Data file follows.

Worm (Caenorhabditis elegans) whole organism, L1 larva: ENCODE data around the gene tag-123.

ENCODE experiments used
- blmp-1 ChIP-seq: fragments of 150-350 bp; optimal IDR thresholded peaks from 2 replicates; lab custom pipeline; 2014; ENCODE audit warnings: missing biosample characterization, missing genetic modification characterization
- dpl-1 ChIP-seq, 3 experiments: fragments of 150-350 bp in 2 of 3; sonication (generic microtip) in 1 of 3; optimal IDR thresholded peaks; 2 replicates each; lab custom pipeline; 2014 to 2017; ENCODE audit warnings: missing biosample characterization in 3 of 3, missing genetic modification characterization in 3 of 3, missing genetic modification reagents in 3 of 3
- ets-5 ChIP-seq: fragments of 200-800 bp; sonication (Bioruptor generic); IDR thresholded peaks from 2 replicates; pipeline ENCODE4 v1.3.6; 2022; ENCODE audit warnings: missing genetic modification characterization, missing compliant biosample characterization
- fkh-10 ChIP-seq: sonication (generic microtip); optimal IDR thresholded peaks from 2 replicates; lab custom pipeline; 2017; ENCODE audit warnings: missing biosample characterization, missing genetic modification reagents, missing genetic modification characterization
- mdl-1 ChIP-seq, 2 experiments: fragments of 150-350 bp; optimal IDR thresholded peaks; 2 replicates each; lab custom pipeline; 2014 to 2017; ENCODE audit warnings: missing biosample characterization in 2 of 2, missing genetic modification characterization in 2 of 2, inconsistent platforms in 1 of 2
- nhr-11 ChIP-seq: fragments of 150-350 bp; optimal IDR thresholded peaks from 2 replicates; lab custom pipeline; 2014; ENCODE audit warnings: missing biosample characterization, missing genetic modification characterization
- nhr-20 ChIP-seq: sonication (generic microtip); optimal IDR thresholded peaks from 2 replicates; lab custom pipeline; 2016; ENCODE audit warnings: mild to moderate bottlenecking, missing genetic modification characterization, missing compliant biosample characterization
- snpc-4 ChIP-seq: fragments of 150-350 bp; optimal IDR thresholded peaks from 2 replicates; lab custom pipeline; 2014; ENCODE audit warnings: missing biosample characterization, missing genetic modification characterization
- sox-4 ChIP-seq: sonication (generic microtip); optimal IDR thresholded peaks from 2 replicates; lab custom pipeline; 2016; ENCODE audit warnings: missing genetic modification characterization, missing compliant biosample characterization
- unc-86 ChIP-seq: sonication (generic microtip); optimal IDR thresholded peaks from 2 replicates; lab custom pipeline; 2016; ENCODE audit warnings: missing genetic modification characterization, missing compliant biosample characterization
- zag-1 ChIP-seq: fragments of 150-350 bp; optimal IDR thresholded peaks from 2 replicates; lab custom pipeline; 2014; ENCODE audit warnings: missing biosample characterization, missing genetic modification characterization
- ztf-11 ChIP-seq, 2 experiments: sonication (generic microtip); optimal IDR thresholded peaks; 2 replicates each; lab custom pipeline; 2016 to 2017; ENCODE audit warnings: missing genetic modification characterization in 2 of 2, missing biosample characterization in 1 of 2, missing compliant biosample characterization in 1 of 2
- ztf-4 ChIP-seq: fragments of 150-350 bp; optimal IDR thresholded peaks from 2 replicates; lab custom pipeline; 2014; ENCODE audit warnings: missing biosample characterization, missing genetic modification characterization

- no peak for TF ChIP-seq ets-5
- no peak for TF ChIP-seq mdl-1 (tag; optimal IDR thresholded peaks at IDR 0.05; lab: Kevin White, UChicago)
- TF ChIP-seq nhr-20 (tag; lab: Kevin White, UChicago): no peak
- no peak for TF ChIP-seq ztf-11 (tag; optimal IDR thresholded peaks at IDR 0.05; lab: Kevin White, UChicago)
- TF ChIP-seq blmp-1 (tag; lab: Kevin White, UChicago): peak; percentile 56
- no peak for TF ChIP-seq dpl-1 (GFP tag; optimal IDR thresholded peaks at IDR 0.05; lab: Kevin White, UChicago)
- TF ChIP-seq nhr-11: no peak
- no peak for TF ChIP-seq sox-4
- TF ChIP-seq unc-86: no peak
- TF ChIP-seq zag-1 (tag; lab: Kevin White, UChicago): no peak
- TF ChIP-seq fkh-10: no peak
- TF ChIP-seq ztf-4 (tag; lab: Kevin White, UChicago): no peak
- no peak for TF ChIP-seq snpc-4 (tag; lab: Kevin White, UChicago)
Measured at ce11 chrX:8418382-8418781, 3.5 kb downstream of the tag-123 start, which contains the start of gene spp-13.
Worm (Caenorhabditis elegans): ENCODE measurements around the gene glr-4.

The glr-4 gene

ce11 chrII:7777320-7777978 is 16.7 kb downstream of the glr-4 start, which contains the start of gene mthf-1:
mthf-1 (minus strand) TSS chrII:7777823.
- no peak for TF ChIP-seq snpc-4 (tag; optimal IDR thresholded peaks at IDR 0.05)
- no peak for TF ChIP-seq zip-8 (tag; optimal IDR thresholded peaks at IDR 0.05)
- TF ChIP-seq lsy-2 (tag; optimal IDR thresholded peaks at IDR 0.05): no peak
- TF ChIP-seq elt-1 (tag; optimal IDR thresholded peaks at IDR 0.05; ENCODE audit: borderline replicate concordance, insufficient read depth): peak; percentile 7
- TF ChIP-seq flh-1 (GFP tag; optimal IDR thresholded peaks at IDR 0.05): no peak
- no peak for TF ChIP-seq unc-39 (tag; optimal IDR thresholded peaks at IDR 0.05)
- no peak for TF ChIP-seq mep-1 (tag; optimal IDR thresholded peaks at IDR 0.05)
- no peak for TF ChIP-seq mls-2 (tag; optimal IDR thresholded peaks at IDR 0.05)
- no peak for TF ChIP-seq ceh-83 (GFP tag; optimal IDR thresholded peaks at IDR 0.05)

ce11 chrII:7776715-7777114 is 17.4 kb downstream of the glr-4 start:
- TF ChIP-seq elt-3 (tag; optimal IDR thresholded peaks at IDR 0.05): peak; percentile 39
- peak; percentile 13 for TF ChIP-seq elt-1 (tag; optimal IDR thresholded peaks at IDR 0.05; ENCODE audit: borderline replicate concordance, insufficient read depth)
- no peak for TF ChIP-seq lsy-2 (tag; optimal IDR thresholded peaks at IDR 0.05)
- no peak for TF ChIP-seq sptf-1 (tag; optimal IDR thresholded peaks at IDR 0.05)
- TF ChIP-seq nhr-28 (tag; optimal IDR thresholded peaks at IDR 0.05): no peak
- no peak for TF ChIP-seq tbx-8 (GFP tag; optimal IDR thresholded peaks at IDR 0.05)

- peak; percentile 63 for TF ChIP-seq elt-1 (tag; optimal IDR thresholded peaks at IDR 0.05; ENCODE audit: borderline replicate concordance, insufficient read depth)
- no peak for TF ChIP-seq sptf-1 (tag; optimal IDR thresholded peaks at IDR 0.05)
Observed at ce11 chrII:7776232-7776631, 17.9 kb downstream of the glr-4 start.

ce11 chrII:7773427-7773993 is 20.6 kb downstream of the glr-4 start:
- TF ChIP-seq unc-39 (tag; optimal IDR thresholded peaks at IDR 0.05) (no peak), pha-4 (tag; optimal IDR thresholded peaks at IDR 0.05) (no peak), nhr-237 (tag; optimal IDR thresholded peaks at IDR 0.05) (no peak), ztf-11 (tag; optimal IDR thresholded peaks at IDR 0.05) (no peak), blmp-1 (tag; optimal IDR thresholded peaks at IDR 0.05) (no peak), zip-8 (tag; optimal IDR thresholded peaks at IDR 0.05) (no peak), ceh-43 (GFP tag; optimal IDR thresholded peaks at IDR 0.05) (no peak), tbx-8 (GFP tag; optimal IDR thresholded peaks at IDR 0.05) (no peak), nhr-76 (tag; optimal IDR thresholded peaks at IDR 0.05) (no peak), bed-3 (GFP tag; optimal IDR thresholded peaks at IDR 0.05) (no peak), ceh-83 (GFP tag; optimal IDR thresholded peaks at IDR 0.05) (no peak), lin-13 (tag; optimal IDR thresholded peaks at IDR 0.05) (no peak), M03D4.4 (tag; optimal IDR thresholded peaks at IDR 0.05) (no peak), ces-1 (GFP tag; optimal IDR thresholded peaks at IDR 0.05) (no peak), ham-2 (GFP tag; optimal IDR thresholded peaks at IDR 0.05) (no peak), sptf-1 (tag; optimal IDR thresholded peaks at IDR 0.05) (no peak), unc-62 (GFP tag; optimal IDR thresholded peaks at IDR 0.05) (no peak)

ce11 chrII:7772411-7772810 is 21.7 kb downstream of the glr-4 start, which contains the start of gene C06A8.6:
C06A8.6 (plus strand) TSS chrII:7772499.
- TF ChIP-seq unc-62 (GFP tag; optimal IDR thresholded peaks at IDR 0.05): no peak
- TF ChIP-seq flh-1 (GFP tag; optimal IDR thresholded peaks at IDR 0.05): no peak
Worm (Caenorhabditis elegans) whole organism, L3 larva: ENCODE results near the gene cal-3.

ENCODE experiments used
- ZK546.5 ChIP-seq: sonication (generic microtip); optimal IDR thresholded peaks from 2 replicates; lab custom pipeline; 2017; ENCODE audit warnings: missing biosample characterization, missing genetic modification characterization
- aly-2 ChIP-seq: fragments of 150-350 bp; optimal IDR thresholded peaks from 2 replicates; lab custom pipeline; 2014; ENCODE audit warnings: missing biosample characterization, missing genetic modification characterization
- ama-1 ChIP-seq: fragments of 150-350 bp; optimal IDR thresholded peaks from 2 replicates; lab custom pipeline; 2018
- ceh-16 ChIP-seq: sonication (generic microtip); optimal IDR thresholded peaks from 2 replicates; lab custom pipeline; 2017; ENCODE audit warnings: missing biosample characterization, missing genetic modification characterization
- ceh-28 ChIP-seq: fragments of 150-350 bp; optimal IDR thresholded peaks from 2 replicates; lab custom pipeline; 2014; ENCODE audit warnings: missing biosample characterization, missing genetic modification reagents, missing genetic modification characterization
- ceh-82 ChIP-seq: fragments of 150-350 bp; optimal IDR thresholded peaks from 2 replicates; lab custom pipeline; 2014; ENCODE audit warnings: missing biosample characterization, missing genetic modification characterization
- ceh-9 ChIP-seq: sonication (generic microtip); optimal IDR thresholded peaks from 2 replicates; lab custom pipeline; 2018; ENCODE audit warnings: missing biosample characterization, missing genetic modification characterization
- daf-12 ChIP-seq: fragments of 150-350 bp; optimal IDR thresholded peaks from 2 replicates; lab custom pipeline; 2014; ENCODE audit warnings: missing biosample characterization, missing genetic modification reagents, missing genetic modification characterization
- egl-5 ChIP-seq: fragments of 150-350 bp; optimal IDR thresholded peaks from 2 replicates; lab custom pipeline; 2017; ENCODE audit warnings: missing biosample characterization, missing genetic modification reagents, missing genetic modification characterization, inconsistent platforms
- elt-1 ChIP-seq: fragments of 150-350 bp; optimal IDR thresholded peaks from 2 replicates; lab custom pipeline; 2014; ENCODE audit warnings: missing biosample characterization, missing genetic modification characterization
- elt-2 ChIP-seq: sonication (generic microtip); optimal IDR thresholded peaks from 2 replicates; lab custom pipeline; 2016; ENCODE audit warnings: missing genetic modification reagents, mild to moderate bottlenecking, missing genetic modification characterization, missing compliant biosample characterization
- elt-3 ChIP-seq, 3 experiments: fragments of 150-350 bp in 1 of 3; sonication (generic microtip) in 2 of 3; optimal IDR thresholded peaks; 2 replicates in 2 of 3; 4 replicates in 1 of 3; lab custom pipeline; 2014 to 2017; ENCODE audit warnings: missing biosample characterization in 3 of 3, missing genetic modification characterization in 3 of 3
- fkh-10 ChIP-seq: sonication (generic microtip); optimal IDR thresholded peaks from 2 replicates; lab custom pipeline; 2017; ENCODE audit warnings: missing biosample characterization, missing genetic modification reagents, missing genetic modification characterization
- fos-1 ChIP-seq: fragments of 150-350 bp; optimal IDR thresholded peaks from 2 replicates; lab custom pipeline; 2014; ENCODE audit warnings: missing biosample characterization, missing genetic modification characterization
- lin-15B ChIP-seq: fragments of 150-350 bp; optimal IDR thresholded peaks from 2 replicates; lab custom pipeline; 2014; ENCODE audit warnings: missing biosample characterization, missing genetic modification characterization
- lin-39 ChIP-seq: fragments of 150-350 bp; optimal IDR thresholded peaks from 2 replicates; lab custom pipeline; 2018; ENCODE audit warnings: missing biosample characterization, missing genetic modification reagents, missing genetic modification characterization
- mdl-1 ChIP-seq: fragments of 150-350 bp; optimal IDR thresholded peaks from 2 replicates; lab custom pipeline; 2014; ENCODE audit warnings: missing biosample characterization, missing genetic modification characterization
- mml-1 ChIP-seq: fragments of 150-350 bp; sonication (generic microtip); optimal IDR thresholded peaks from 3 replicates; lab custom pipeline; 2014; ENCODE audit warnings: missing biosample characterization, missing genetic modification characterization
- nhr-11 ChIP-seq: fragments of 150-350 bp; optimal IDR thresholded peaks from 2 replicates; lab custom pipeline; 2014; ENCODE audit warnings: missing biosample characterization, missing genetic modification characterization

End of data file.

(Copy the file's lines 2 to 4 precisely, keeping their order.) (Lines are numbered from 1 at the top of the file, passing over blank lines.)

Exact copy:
ENCODE experiments used
- blmp-1 ChIP-seq: fragments of 150-350 bp; optimal IDR thresholded peaks from 2 replicates; lab custom pipeline; 2014; ENCODE audit warnings: missing biosample characterization, missing genetic modification characterization
- dpl-1 ChIP-seq, 3 experiments: fragments of 150-350 bp in 2 of 3; sonication (generic microtip) in 1 of 3; optimal IDR thresholded peaks; 2 replicates each; lab custom pipeline; 2014 to 2017; ENCODE audit warnings: missing biosample characterization in 3 of 3, missing genetic modification characterization in 3 of 3, missing genetic modification reagents in 3 of 3